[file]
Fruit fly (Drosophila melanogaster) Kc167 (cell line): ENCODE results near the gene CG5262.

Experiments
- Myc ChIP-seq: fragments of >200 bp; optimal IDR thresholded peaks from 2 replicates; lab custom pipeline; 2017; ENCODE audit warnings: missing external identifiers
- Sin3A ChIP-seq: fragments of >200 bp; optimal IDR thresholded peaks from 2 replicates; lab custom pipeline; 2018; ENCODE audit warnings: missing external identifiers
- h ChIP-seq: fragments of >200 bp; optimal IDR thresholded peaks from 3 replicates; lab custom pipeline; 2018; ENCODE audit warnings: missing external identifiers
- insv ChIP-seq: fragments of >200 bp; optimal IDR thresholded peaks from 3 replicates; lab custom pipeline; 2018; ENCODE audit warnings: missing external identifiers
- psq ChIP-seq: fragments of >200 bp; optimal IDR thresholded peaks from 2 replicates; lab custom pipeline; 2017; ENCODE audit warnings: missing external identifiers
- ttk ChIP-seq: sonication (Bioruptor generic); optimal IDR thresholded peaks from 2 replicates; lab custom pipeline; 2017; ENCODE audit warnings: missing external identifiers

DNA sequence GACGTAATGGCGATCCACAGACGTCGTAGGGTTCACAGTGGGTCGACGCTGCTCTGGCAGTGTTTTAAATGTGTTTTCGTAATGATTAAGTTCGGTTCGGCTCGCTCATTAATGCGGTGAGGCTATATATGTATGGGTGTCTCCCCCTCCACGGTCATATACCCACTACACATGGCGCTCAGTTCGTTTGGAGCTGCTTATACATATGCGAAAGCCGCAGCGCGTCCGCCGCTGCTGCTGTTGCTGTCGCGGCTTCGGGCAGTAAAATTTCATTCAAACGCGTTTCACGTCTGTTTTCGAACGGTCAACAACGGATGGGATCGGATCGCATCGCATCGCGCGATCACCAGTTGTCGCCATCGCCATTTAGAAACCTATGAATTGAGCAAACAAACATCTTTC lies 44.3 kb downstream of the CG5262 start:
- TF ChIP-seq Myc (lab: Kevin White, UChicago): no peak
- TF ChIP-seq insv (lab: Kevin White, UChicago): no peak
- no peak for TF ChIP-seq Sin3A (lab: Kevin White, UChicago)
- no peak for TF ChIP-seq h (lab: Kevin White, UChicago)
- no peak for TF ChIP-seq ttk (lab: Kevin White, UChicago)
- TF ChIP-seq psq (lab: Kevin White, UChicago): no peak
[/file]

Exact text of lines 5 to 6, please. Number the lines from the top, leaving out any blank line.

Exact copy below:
- h ChIP-seq: fragments of >200 bp; optimal IDR thresholded peaks from 3 replicates; lab custom pipeline; 2018; ENCODE audit warnings: missing external identifiers
- insv ChIP-seq: fragments of >200 bp; optimal IDR thresholded peaks from 3 replicates; lab custom pipeline; 2018; ENCODE audit warnings: missing external identifiers